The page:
System arrangement for distribution and use of video games
An improved system arrangement for distributing and permitting use of an ensemble of program controlled television games includes head end apparatus for impressing an array of game-regulating programs onto an electronic distribution system, e.g., by time division multiplexing into an assigned frequency band on a television program distributing CATV or MATV cable. At any of plural receiver locations connected to the distribution channel, a user desiring a game selects ("tunes") the game frequency band and loads a game program memory (RAM) with the program for the particular game desired. The composite apparatus then functions in the now per se conventional manner to actually implement the selected game in conjunction with a television receiver and player control(s).
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This invention relates to electronic television games and, more specifically, to a video distribution system permitting game selection and use from a continuously offered game ensemble.
Television games have become an item of common experience, and permit one or more game players to control the position of moving spot(s) on the display of a conventional television receiver. Television games include such as simulated ball sports-for example, tennis, handball or Ping Pong; maze traverses; combat situations; puzzles; target "shooting"; among an ever expanding list. Initially, such games were formed of discrete, dedicated electronics hardware which performed only one game (or, via switches, a switch-selected one of a very limited number of games.)
More recently, electronic television games have been program or software controlled. That is, a digital microprocessor has been packaged with memory and player-actuated display spot position controlling potentiometers. The particular game (and its attendant rules with their concommitant effect on the video and audio presentation) is determined by the particular contents of a specific program read into eraseable memory-by a tape cassette and player or the like. Thus, the game is changed by varying the memory contents.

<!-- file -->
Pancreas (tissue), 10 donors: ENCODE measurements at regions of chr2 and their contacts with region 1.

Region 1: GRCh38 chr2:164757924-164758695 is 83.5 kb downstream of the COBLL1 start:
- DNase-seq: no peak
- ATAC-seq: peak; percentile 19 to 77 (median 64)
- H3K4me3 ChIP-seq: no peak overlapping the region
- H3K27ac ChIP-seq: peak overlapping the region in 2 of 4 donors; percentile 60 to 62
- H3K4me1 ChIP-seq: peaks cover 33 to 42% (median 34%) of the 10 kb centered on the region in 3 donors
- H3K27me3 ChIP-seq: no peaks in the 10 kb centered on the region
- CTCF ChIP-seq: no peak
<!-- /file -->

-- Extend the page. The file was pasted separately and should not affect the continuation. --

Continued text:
In each such form of television game apparatus, the user is limited either to the specific game variations initially purchased (first offered, hard wired apparatus), or to the games corresponding to tape cassettes purchased.
It is thus an object of the present invention to provide improved electronic television game apparatus.
More specifically, it is an object of the present invention to provide improved television game apparatus wherein an ensemble of game governing programs are continuously available for user selection and use from a common electronic communications channel.
The above and other objects of the present invention are realized in specific, illustrative video game apparatus which includes head end apparatus for impressing an array of game-regulating programs onto an electronic distribution system, e.g., by time division multiplexer into an assigned frequency band on a television program distributing CATV or MATV cable.
At any of plural receiver locations connected to the distribution channel, a user desiring a game selects ("tunes") the game frequency band and loads a game program memory (RAM) with the program for the particular game desired. The composite apparatus then functions in the now per se conventional manner to actually implement the selected game in conjunction with a television receiver and player control(s).
The above and other features and advantages of the present invention will become more clear from the following detailed description of a specific illustrative embodiment thereof presented hereinbelow in conjunction with the accompanying drawing which comprises a block diagram of electronic television game apparatus employing the principles of the present invention.
Referring now to the system arrangement shown in the drawing, head end equipment 8 comprises apparatus for impressing upon a video signal distribution medium, e.g. a coaxial cable 20, an ensemble of digital programs each containing the requisite program instructions to implement a particular and definite television game. For purposes of concreteness, it will be assumed that the game-controlling program are serially time division multiplexed onto the cable 20 or other distribution medium in an assigned game frequency band which is frequency division multiplexed with other video signals, e.g., conventional telelvision programs, also impressed on the distribution medium. The time division multiplexing format for each game program may advantageously comprise: (1) a leading message controlling "start" predetermined digital code group, followed by (2) the numerical identity of the particular game program listing to follow; (3) the actual sequence of program instructions; and, finally, (4) a particular, predetermined "end of message" binary code group.